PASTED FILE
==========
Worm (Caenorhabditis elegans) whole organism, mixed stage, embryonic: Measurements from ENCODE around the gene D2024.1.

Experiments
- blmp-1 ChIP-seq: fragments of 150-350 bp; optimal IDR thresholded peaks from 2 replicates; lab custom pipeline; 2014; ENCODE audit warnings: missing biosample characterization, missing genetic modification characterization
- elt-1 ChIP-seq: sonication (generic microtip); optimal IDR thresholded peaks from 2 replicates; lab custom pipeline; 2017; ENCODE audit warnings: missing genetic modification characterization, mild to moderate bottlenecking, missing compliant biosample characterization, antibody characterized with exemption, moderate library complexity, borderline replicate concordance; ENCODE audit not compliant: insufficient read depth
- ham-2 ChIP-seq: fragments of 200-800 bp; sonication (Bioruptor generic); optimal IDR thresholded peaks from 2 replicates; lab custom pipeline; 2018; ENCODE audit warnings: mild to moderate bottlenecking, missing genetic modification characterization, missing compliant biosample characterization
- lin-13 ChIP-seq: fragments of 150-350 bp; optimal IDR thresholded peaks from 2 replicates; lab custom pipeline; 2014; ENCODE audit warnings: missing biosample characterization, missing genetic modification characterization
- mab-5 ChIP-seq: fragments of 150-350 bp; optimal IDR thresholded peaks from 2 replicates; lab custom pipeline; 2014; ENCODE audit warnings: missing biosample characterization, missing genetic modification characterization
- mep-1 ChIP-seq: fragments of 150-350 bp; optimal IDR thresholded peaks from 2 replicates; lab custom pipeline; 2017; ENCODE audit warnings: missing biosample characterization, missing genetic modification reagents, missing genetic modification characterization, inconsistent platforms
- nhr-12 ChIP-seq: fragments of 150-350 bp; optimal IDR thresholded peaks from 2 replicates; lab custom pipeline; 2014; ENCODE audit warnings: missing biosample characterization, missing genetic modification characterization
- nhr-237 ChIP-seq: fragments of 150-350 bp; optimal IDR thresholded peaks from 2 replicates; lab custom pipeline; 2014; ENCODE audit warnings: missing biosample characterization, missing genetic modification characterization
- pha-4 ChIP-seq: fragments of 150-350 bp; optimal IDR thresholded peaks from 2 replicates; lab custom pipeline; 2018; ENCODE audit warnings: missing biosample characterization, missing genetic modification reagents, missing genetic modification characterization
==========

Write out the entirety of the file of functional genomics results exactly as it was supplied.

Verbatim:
Worm (Caenorhabditis elegans) whole organism, mixed stage, embryonic: Measurements from ENCODE around the gene D2024.1.

Experiments
- blmp-1 ChIP-seq: fragments of 150-350 bp; optimal IDR thresholded peaks from 2 replicates; lab custom pipeline; 2014; ENCODE audit warnings: missing biosample characterization, missing genetic modification characterization
- elt-1 ChIP-seq: sonication (generic microtip); optimal IDR thresholded peaks from 2 replicates; lab custom pipeline; 2017; ENCODE audit warnings: missing genetic modification characterization, mild to moderate bottlenecking, missing compliant biosample characterization, antibody characterized with exemption, moderate library complexity, borderline replicate concordance; ENCODE audit not compliant: insufficient read depth
- ham-2 ChIP-seq: fragments of 200-800 bp; sonication (Bioruptor generic); optimal IDR thresholded peaks from 2 replicates; lab custom pipeline; 2018; ENCODE audit warnings: mild to moderate bottlenecking, missing genetic modification characterization, missing compliant biosample characterization
- lin-13 ChIP-seq: fragments of 150-350 bp; optimal IDR thresholded peaks from 2 replicates; lab custom pipeline; 2014; ENCODE audit warnings: missing biosample characterization, missing genetic modification characterization
- mab-5 ChIP-seq: fragments of 150-350 bp; optimal IDR thresholded peaks from 2 replicates; lab custom pipeline; 2014; ENCODE audit warnings: missing biosample characterization, missing genetic modification characterization
- mep-1 ChIP-seq: fragments of 150-350 bp; optimal IDR thresholded peaks from 2 replicates; lab custom pipeline; 2017; ENCODE audit warnings: missing biosample characterization, missing genetic modification reagents, missing genetic modification characterization, inconsistent platforms
- nhr-12 ChIP-seq: fragments of 150-350 bp; optimal IDR thresholded peaks from 2 replicates; lab custom pipeline; 2014; ENCODE audit warnings: missing biosample characterization, missing genetic modification characterization
- nhr-237 ChIP-seq: fragments of 150-350 bp; optimal IDR thresholded peaks from 2 replicates; lab custom pipeline; 2014; ENCODE audit warnings: missing biosample characterization, missing genetic modification characterization
- pha-4 ChIP-seq: fragments of 150-350 bp; optimal IDR thresholded peaks from 2 replicates; lab custom pipeline; 2018; ENCODE audit warnings: missing biosample characterization, missing genetic modification reagents, missing genetic modification characterization